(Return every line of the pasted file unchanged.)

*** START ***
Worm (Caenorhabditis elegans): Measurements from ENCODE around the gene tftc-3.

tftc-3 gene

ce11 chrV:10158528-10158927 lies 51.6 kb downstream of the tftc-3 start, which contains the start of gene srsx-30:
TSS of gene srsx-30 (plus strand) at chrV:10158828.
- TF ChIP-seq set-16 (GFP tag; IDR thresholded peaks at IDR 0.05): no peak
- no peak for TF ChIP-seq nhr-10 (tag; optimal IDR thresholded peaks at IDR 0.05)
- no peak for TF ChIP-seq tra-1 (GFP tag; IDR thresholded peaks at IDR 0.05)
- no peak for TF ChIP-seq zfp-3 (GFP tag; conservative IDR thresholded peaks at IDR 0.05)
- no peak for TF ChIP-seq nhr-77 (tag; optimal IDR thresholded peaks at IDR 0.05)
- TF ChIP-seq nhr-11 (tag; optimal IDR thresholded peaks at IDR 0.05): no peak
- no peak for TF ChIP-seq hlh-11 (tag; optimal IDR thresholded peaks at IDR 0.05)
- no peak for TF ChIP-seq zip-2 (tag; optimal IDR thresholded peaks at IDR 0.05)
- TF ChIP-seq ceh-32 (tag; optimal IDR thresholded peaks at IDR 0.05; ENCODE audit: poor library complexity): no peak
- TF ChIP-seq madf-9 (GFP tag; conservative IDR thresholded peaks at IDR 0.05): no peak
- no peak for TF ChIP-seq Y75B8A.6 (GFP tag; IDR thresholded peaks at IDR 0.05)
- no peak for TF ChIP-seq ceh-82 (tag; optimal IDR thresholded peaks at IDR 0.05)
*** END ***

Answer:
Worm (Caenorhabditis elegans): Measurements from ENCODE around the gene tftc-3.

tftc-3 gene

ce11 chrV:10158528-10158927 lies 51.6 kb downstream of the tftc-3 start, which contains the start of gene srsx-30:
TSS of gene srsx-30 (plus strand) at chrV:10158828.
- TF ChIP-seq set-16 (GFP tag; IDR thresholded peaks at IDR 0.05): no peak
- no peak for TF ChIP-seq nhr-10 (tag; optimal IDR thresholded peaks at IDR 0.05)
- no peak for TF ChIP-seq tra-1 (GFP tag; IDR thresholded peaks at IDR 0.05)
- no peak for TF ChIP-seq zfp-3 (GFP tag; conservative IDR thresholded peaks at IDR 0.05)
- no peak for TF ChIP-seq nhr-77 (tag; optimal IDR thresholded peaks at IDR 0.05)
- TF ChIP-seq nhr-11 (tag; optimal IDR thresholded peaks at IDR 0.05): no peak
- no peak for TF ChIP-seq hlh-11 (tag; optimal IDR thresholded peaks at IDR 0.05)
- no peak for TF ChIP-seq zip-2 (tag; optimal IDR thresholded peaks at IDR 0.05)
- TF ChIP-seq ceh-32 (tag; optimal IDR thresholded peaks at IDR 0.05; ENCODE audit: poor library complexity): no peak
- TF ChIP-seq madf-9 (GFP tag; conservative IDR thresholded peaks at IDR 0.05): no peak
- no peak for TF ChIP-seq Y75B8A.6 (GFP tag; IDR thresholded peaks at IDR 0.05)
- no peak for TF ChIP-seq ceh-82 (tag; optimal IDR thresholded peaks at IDR 0.05)